April 1, 2009

C.U. Dining Pulls All Pistachio-Related Products

Print More

On the heels of the Salmonella-contaminated peanut product recall, the Food and Drug Administration and California Department of Public Health are now investigating Salmonella contamination in pistachio products from a farm in California. Amidst the investigation, both are advising consumers to avoid eating any product containing pistachios until it can be determined what specific products have been contaminated.
Dr. David Acheson, associate commissioner for foods at the FDA, said during a teleconference Monday that the investigation arose from Kraft food’s discovery of Salmonella during a routine inspection of trail mix on March 24. The contamination was traced back to Setton Farms in Terra Bella, California, and the company has issued a voluntary recall of around one million pounds of pistachios.
“I want to emphasize this recall was not triggered because of an outbreak,” Acheson said. “What we are doing here is getting ahead of the curve.” This means that there have been no outbreaks of Salmonella tied directly to pistachios, although there have been some complaints from consumers of gastrointestinal illnesses after eating related products.
Acheson said that the food industry has identified four strains of Salmonella — Montevideo, Newport, Senftenberg and Larochelle — and the FDA is working with the Centers for Disease Control to determine whether there is any association between the isolates found and illnesses.
According to the CDC website, people affected with Salmonella develop gastrointestinal symptoms (diarrhea, cramps) and fever 12 to 72 hours after infection, but usually recover without treatment after seven days. However, sometimes patients with severe diarrhea need to be hospitalized because the infection can spread into the blood stream and then potentially cause death if not treated with antibiotics. Those at the highest risk for severe illness are the elderly, infants and people with impaired immune systems.
Cornell Dining has posted a statement on their website to assure students that they are adhering to the FDA’s warnings and have pulled all pistachio-related products. “We’ve erred on the side of good judgment and pulled ice cream and trail mix products,” said Karen Brown, director of campus life marketing and communications. Brown added that this recall was on a much smaller scale than the peanut product recall earlier this year since the peanut recall spanned a much wider array of products. The dining staff will be checking with the FDA every day to return products to shelves as they clear the investigation.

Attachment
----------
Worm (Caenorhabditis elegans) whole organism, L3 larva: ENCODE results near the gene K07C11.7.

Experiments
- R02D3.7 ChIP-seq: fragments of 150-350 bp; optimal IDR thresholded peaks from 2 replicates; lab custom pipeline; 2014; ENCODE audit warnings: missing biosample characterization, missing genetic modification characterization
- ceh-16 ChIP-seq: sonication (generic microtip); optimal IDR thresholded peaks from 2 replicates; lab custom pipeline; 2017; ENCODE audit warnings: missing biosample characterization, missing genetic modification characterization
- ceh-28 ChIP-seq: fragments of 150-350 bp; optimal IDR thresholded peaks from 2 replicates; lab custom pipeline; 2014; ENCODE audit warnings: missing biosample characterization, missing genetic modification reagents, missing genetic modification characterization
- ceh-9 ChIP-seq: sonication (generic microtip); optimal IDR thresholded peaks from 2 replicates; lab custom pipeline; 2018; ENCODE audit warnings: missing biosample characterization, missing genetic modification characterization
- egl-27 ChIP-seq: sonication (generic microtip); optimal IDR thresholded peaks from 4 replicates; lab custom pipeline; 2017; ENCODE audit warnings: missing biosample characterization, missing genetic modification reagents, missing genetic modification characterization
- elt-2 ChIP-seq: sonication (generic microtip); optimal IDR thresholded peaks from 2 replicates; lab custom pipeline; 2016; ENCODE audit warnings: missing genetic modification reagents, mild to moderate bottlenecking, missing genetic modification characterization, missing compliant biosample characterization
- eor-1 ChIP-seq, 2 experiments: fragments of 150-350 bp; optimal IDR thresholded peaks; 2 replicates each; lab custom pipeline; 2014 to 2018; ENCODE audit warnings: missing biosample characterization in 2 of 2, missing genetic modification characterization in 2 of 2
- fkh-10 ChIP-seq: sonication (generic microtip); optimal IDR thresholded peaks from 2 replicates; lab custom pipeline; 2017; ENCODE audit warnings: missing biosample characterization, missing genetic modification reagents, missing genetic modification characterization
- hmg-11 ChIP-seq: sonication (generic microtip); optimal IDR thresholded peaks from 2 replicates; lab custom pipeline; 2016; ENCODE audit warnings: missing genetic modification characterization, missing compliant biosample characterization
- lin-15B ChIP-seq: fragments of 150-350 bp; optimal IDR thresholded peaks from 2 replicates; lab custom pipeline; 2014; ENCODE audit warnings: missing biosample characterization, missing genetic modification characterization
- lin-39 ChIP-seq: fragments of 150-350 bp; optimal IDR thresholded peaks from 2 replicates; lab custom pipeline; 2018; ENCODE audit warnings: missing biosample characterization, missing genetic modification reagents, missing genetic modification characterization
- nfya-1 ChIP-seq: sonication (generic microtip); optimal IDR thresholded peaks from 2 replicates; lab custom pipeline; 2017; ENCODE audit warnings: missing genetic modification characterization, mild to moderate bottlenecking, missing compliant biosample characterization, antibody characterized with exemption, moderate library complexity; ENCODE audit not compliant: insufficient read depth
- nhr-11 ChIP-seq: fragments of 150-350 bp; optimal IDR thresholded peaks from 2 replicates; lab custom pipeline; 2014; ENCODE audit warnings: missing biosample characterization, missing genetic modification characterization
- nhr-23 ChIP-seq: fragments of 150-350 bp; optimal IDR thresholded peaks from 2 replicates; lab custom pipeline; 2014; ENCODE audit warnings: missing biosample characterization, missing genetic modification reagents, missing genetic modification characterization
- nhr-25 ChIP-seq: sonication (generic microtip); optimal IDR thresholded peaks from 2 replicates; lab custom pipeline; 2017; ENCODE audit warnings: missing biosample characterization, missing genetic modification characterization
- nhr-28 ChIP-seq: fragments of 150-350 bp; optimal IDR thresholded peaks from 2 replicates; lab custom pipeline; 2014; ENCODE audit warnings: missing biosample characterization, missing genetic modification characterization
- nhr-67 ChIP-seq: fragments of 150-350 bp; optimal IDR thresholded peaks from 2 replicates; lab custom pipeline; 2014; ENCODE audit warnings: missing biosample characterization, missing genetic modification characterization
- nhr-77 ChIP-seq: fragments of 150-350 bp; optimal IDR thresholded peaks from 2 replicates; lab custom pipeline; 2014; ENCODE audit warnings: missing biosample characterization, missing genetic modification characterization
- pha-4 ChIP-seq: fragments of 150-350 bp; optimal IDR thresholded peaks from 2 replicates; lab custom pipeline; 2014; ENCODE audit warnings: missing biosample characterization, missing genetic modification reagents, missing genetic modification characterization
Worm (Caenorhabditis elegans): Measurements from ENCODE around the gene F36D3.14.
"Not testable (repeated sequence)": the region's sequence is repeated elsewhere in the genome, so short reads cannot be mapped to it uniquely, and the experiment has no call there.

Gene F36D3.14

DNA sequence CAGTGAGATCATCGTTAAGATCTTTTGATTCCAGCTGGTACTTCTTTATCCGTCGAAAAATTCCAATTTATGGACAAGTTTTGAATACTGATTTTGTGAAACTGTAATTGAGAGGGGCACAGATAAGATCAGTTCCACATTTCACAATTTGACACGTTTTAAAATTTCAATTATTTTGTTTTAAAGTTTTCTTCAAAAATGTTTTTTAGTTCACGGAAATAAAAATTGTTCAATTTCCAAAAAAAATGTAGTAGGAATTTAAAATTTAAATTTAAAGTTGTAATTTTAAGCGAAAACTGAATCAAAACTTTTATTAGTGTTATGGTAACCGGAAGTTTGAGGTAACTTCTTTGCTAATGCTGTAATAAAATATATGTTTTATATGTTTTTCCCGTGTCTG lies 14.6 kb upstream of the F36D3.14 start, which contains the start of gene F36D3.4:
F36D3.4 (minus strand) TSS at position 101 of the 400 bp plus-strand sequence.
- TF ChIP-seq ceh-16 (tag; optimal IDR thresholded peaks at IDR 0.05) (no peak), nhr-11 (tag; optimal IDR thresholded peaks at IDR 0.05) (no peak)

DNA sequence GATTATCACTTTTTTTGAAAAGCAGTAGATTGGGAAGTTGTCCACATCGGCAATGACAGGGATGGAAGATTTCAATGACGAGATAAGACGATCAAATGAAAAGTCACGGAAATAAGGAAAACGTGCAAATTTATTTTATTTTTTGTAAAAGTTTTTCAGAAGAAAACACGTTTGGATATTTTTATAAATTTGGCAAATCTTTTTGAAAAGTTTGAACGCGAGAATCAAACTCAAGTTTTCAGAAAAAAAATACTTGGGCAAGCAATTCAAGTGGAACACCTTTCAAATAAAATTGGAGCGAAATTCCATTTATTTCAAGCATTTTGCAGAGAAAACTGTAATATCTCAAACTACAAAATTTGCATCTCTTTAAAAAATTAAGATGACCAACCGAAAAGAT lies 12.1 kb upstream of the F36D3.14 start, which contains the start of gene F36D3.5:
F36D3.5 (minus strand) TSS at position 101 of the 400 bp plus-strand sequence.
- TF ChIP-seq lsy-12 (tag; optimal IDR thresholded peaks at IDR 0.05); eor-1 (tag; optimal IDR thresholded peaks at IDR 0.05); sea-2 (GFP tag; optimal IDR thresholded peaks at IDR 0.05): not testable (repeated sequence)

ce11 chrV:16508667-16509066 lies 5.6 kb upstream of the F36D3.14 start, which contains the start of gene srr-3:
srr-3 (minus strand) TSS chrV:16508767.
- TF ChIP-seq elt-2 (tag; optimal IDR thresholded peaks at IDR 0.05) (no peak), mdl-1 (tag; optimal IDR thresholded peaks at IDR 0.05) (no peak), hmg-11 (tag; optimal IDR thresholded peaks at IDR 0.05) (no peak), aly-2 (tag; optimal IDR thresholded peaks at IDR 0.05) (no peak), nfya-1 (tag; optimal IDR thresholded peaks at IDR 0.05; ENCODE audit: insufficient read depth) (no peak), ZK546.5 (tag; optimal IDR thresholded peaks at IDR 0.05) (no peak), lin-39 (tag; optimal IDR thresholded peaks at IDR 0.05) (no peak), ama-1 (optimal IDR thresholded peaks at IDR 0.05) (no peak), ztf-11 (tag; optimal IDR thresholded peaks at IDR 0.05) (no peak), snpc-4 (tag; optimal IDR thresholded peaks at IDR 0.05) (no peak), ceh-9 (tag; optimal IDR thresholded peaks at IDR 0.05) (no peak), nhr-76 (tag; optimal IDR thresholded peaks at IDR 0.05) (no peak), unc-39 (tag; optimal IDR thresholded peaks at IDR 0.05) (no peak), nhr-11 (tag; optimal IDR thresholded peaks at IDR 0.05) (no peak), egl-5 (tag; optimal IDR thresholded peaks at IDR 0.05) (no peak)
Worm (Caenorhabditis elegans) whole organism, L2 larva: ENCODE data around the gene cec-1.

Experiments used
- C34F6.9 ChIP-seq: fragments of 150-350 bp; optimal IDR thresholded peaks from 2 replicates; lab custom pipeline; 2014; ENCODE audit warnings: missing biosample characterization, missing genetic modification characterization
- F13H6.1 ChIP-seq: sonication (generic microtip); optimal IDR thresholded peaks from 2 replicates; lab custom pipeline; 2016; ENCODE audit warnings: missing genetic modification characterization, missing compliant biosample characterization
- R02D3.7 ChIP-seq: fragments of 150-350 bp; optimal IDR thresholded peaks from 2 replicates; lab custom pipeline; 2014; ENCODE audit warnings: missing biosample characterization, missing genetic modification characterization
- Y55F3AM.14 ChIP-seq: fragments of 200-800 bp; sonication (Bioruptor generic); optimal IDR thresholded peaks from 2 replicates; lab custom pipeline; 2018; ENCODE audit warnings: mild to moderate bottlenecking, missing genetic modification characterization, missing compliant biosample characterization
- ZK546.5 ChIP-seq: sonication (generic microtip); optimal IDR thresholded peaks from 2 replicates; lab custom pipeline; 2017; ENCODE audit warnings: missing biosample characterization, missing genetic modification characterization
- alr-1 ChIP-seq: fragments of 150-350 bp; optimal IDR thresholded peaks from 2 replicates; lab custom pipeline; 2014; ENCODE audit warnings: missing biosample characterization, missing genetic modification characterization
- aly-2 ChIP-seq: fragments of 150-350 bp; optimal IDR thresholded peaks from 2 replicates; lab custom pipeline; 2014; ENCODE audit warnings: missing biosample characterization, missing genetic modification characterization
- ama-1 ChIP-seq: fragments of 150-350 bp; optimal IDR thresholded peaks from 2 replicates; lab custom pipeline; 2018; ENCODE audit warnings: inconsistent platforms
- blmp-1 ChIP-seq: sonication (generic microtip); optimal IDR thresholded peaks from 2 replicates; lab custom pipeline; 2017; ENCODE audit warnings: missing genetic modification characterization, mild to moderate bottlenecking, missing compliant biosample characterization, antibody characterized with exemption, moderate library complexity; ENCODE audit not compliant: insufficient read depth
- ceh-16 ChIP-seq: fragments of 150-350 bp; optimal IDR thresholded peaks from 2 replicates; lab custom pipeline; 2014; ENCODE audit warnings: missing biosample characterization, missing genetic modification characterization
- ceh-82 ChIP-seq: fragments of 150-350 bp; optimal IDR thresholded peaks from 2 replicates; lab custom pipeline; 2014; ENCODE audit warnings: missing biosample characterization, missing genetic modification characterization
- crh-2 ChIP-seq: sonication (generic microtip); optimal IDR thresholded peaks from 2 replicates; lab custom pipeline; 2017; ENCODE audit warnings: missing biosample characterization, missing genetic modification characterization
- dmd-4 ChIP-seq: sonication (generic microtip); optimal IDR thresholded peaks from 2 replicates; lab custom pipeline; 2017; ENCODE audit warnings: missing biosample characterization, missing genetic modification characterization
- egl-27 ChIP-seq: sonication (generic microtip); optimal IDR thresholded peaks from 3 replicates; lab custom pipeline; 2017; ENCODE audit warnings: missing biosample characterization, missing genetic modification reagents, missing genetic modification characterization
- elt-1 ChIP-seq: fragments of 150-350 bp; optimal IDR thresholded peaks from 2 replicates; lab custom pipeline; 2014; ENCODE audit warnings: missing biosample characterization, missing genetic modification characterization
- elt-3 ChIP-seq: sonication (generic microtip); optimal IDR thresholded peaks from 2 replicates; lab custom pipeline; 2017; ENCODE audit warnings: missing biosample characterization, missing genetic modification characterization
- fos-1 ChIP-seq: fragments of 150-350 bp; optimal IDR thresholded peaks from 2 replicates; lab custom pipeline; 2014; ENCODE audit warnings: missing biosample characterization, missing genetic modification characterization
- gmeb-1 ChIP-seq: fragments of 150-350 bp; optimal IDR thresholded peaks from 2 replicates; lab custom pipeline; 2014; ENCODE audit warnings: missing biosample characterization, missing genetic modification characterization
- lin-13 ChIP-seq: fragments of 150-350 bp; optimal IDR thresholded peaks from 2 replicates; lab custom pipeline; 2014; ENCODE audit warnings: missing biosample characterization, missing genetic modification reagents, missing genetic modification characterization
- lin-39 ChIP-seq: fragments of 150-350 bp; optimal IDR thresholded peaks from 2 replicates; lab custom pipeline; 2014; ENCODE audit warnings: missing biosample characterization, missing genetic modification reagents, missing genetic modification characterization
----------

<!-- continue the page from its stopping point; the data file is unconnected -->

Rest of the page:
Jeff Farrar, the chief of the food and drug branch of the California Department of Public Health, said during a teleconference that a team of investigators and specialists was dispatched to the farm as soon as they became aware of the issue. The samples they took are currently being processed, although it will take several days to begin for the results to start coming in.
Consumers need to be cautious of all pistachio products at this point because Setton Farms sells its pistachios to wholesale dealers who then either repack them or send them to other manufacturers.
Over the past few of years, there have been a number of food related recalls — peanut products for Salmonella earlier this year, tomatoes for Salmonella last summer and spinach for E.coli in 2006.
“I wish we had a crystal ball that could tell us why they’re all occurring,” said Prof. Robert Gravani, food science. “A lot of things are changing — the environment is changing, the organisms themselves are changing and we as hosts are changing. Clearly, with all of these issues out there we’re going to see some differences.”
Gravani said that Cornell has a program called the National Good Agricultural Practices program which involves a collaborative effort among 25 states to distribute training materials and educate the industry about food safety. “We try to stress that we’ve got to reduce microbial hazards and risks across the board,” Gravani said. This includes considering water quality, manure use, the farm workers themselves and animals in close proximity to water supplies or very close to fields.
Gravani also added that preventative strategies are extremely important. Once the organism gets into a product it is very difficult to remove it, making prevention practices among with the growing, harvesting and packaging industries all the more important.
“I think the take home message for all Cornellians is if you’ve got any pistachio containing products just hold on to them until the investigation has continued,” Gravani said.
The FDA’s website http://www.fda.gov/pistachios/ has the most up to date information about the products that have been recalled and those that have been cleared.